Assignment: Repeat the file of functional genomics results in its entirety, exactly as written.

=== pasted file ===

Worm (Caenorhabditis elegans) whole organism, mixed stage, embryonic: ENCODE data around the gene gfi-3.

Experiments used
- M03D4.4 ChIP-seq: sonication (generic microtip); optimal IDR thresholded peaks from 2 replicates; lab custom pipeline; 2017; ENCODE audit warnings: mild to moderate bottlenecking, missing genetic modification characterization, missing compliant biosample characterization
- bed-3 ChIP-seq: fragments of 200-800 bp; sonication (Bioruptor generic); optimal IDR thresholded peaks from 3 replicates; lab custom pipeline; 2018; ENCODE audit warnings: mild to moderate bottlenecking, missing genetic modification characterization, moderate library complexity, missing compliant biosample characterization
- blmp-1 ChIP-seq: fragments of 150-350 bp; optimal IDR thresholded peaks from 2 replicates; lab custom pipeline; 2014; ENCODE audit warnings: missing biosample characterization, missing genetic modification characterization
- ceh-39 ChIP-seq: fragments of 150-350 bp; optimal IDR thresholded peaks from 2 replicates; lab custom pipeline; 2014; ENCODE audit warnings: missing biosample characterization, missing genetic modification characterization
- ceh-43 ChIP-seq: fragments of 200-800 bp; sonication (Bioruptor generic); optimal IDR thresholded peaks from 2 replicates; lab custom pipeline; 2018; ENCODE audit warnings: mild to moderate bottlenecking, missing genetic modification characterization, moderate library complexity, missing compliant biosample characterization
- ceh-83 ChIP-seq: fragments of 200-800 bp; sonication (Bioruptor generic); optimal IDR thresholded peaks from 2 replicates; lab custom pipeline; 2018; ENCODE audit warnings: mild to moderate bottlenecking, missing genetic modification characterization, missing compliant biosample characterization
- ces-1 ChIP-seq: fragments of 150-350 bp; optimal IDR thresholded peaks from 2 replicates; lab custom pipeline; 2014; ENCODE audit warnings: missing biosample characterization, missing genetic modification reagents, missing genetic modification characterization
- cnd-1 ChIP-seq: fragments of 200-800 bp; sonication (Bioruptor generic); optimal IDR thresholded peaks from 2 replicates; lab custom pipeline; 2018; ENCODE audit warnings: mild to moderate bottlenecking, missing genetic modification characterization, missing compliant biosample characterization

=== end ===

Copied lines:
Worm (Caenorhabditis elegans) whole organism, mixed stage, embryonic: ENCODE data around the gene gfi-3.

Experiments used
- M03D4.4 ChIP-seq: sonication (generic microtip); optimal IDR thresholded peaks from 2 replicates; lab custom pipeline; 2017; ENCODE audit warnings: mild to moderate bottlenecking, missing genetic modification characterization, missing compliant biosample characterization
- bed-3 ChIP-seq: fragments of 200-800 bp; sonication (Bioruptor generic); optimal IDR thresholded peaks from 3 replicates; lab custom pipeline; 2018; ENCODE audit warnings: mild to moderate bottlenecking, missing genetic modification characterization, moderate library complexity, missing compliant biosample characterization
- blmp-1 ChIP-seq: fragments of 150-350 bp; optimal IDR thresholded peaks from 2 replicates; lab custom pipeline; 2014; ENCODE audit warnings: missing biosample characterization, missing genetic modification characterization
- ceh-39 ChIP-seq: fragments of 150-350 bp; optimal IDR thresholded peaks from 2 replicates; lab custom pipeline; 2014; ENCODE audit warnings: missing biosample characterization, missing genetic modification characterization
- ceh-43 ChIP-seq: fragments of 200-800 bp; sonication (Bioruptor generic); optimal IDR thresholded peaks from 2 replicates; lab custom pipeline; 2018; ENCODE audit warnings: mild to moderate bottlenecking, missing genetic modification characterization, moderate library complexity, missing compliant biosample characterization
- ceh-83 ChIP-seq: fragments of 200-800 bp; sonication (Bioruptor generic); optimal IDR thresholded peaks from 2 replicates; lab custom pipeline; 2018; ENCODE audit warnings: mild to moderate bottlenecking, missing genetic modification characterization, missing compliant biosample characterization
- ces-1 ChIP-seq: fragments of 150-350 bp; optimal IDR thresholded peaks from 2 replicates; lab custom pipeline; 2014; ENCODE audit warnings: missing biosample characterization, missing genetic modification reagents, missing genetic modification characterization
- cnd-1 ChIP-seq: fragments of 200-800 bp; sonication (Bioruptor generic); optimal IDR thresholded peaks from 2 replicates; lab custom pipeline; 2018; ENCODE audit warnings: mild to moderate bottlenecking, missing genetic modification characterization, missing compliant biosample characterization